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Nowadays, Republican leaders would get in trouble with right-wing media if they tried to mete out consequences to annoying people. (That last sentence better explains the previous decade of politics more than anything else I’ve written.) So instead, several of the holdouts appear to have been rewarded with prized seats on so-called “A” committees, which are highly sought. Texas Rep. Michael Cloud and Georgia Rep. Andrew Clyde, both holdouts, won seats on Appropriations, while Tennessee Rep. Andy Ogles and Florida Rep. Byron Donalds, whom the holdouts nominated on numerous speakership ballots, will serve on Financial Services. Six of the holdouts will be on Oversight, and several others on Judiciary—the two prime spots for people who just want to heckle Joe Biden.

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One line that was not crossed, though, was giving holdouts the specific committee or subcommittee chairmanships they asked for. Maryland Rep. Andy Harris reportedly wanted control of a powerful Appropriations subcommittee controlling health spending. He got a different subcommittee gavel. And Florida Rep. Matt Gaetz reportedly wanted a subcommittee chairmanship on Armed Services. He didn’t get it.

George Santos won seats on the Siberia committees that meet in Siberia.

There was some outrage from Democrats that Republicans would deign to give assignments to George Santos, who’s in the midst of a scandal in which he appears to have made up much of his life story. (This could have consequences beyond mere political shame.) The committees to which he was assigned, though, aren’t universally recognized as power centers in the United States Congress. He will sit on the Small Business and Science, Space and Technology committees. Even if something “cool” does come along in science (which Santos invented, didn’tcha know?), he’ll be too junior on the committee to have any say in it. Oh well! He shouldn’t have made up so many lies.

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Did McCarthy punish any House Republicans?

There is one guy who thinks McCarthy screwed him. Florida Rep. Vern Buchanan lost the race to chair the Ways and Means Committee—the “A”-est of the “A” committees—to Missouri Rep. Jason Smith. Per Puck’s reporting, Buchanan blamed McCarthy for siding with Smith and walked up to McCarthy on the floor to say, “You fucked me, I know it was you, you whipped against me.” Buchanan, a rich guy with a private plane who has better things to do than this, has reportedly been mulling retirement if he’s not going to chair the committee. And that’s part of why McCarthy moved this contested chairmanship decision until after he had Buchanan’s vote for speaker.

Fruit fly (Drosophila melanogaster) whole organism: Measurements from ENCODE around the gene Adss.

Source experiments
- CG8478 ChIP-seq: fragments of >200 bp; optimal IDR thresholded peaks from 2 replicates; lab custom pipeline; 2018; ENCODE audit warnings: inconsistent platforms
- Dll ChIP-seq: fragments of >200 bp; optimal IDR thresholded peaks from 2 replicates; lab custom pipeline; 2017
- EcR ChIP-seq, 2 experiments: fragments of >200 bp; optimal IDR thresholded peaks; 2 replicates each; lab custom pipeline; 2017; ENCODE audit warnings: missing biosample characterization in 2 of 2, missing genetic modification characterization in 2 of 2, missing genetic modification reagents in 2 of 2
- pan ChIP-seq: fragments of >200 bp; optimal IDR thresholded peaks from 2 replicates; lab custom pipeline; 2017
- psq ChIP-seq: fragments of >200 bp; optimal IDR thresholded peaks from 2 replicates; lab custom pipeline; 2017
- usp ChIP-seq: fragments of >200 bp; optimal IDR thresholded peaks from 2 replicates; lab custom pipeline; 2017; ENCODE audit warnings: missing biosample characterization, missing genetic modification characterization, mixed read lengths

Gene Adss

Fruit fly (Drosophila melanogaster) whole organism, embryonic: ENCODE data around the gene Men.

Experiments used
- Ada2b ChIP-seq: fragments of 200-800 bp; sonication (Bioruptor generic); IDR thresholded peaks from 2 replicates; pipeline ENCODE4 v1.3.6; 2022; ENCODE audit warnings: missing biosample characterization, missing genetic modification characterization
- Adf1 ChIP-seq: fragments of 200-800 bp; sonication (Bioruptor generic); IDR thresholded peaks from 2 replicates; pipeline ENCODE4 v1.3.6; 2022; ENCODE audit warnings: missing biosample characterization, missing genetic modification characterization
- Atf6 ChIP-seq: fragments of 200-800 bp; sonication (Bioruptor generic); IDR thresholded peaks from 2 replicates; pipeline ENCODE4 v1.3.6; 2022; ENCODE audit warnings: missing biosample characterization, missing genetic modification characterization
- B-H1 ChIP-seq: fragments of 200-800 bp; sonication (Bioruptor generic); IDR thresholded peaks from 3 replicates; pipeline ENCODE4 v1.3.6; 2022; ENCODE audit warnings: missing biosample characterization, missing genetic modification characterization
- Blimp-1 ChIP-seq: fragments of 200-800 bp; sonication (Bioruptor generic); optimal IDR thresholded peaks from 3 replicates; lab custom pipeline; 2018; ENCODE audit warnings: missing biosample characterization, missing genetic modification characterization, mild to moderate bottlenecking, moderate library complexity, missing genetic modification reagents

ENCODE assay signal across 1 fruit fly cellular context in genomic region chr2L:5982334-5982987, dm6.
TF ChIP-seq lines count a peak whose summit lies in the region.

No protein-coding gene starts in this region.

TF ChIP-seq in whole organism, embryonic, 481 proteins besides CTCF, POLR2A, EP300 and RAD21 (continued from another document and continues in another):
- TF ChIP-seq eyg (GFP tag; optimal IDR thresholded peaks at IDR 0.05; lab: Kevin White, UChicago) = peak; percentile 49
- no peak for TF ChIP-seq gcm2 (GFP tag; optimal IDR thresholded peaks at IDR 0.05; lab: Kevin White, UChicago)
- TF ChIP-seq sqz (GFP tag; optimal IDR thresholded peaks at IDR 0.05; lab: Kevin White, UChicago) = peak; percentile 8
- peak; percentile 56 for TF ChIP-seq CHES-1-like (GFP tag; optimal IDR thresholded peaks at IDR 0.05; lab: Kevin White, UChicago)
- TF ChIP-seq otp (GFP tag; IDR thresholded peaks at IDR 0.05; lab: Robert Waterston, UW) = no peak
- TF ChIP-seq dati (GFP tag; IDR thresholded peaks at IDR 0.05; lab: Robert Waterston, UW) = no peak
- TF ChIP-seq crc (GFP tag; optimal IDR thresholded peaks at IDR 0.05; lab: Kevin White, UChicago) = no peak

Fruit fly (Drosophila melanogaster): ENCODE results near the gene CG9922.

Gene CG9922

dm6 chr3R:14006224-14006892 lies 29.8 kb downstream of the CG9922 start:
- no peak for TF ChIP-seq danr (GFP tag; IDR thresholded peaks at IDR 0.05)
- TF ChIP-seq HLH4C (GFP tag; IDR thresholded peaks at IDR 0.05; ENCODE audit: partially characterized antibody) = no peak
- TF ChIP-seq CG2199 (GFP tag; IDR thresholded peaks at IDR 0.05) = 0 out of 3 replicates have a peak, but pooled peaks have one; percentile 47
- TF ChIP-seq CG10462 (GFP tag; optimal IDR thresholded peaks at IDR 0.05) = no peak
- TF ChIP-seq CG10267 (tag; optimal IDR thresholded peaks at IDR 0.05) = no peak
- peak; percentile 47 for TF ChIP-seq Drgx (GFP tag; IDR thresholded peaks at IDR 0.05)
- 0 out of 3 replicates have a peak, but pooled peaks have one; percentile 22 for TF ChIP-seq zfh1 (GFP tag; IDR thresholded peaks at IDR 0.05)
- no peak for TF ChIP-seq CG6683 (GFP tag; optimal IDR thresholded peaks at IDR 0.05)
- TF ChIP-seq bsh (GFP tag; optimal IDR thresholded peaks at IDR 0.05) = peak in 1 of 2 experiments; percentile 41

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Which Democrats are Republicans planning to kick off of committees?

McCarthy has sworn he will make good on a promise to remove California Reps. Adam Schiff and Eric Swalwell, two villains of the Fox News universe, from their seats on the Intelligence committee in retaliation for their roles in Trump investigations. McCarthy also plans to boot Minnesota Rep. Ilhan Omar from Foreign Affairs. McCarthy could remove Schiff and Swalwell unilaterally as Intel is a select committee. Omar’s removal from a standing committee would have to be done by House vote.

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What about the Rules committee?

This is the big one we’re still waiting to see. McCarthy, as speaker, has the ability to appoint Republican members of the Rules committee, which sets the parameters for floor consideration of most major legislation. The speaker’s control of this committee, which he typically stocks with the most loyal of allies, is a fundamental part of the speaker’s control of the House. According to reporting of the deal McCarthy struck with far-right holdouts, though, conservatives in the Freedom Caucus (or fellow ideological travelers) are supposed to get three seats on the Rules Committee.

This has the potential to be one of McCarthy’s most meaningful concessions. The breakdown on the Rules Committee is typically nine speaker-controlled warm bodies to four members from the minority. Giving three seats to the Freedom Caucus could leave McCarthy with only 6 remote-controlled McCarthy stans—i.e., a minority. McCarthy has yet to make his appointments here beyond the chairman, Oklahoma Rep. Tom Cole, but it’s worth paying close attention to the specific hardliners he lets in.